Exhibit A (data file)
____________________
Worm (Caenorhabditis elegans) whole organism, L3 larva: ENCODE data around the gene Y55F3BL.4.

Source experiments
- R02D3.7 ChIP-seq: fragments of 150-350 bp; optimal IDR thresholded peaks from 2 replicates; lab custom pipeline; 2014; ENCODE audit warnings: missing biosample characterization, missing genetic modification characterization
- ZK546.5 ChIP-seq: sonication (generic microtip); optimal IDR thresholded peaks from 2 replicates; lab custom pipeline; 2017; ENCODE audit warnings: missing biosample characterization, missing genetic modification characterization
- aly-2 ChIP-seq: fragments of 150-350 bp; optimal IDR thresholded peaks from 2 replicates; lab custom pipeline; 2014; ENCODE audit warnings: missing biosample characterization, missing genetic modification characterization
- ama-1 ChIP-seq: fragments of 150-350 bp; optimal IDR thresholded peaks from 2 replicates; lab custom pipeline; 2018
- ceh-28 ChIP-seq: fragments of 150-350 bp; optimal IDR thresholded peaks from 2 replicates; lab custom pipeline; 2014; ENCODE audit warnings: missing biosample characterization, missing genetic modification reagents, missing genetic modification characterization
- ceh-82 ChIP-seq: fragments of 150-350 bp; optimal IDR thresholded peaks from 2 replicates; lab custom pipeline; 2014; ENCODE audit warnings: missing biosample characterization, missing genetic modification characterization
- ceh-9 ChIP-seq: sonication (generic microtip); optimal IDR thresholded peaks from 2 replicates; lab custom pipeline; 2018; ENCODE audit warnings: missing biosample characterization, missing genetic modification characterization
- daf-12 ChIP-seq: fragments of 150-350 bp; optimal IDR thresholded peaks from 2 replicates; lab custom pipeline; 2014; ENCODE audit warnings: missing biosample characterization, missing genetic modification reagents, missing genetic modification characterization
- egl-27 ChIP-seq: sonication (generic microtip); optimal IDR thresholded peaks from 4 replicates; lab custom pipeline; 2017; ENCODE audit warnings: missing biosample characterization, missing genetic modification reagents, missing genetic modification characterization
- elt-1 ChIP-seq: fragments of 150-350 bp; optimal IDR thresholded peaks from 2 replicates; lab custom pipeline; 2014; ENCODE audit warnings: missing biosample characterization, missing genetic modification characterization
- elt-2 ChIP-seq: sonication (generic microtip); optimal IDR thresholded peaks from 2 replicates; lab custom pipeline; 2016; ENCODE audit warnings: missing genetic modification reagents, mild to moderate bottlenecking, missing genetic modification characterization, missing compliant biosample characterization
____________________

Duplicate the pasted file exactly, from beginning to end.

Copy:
Worm (Caenorhabditis elegans) whole organism, L3 larva: ENCODE data around the gene Y55F3BL.4.

Source experiments
- R02D3.7 ChIP-seq: fragments of 150-350 bp; optimal IDR thresholded peaks from 2 replicates; lab custom pipeline; 2014; ENCODE audit warnings: missing biosample characterization, missing genetic modification characterization
- ZK546.5 ChIP-seq: sonication (generic microtip); optimal IDR thresholded peaks from 2 replicates; lab custom pipeline; 2017; ENCODE audit warnings: missing biosample characterization, missing genetic modification characterization
- aly-2 ChIP-seq: fragments of 150-350 bp; optimal IDR thresholded peaks from 2 replicates; lab custom pipeline; 2014; ENCODE audit warnings: missing biosample characterization, missing genetic modification characterization
- ama-1 ChIP-seq: fragments of 150-350 bp; optimal IDR thresholded peaks from 2 replicates; lab custom pipeline; 2018
- ceh-28 ChIP-seq: fragments of 150-350 bp; optimal IDR thresholded peaks from 2 replicates; lab custom pipeline; 2014; ENCODE audit warnings: missing biosample characterization, missing genetic modification reagents, missing genetic modification characterization
- ceh-82 ChIP-seq: fragments of 150-350 bp; optimal IDR thresholded peaks from 2 replicates; lab custom pipeline; 2014; ENCODE audit warnings: missing biosample characterization, missing genetic modification characterization
- ceh-9 ChIP-seq: sonication (generic microtip); optimal IDR thresholded peaks from 2 replicates; lab custom pipeline; 2018; ENCODE audit warnings: missing biosample characterization, missing genetic modification characterization
- daf-12 ChIP-seq: fragments of 150-350 bp; optimal IDR thresholded peaks from 2 replicates; lab custom pipeline; 2014; ENCODE audit warnings: missing biosample characterization, missing genetic modification reagents, missing genetic modification characterization
- egl-27 ChIP-seq: sonication (generic microtip); optimal IDR thresholded peaks from 4 replicates; lab custom pipeline; 2017; ENCODE audit warnings: missing biosample characterization, missing genetic modification reagents, missing genetic modification characterization
- elt-1 ChIP-seq: fragments of 150-350 bp; optimal IDR thresholded peaks from 2 replicates; lab custom pipeline; 2014; ENCODE audit warnings: missing biosample characterization, missing genetic modification characterization
- elt-2 ChIP-seq: sonication (generic microtip); optimal IDR thresholded peaks from 2 replicates; lab custom pipeline; 2016; ENCODE audit warnings: missing genetic modification reagents, mild to moderate bottlenecking, missing genetic modification characterization, missing compliant biosample characterization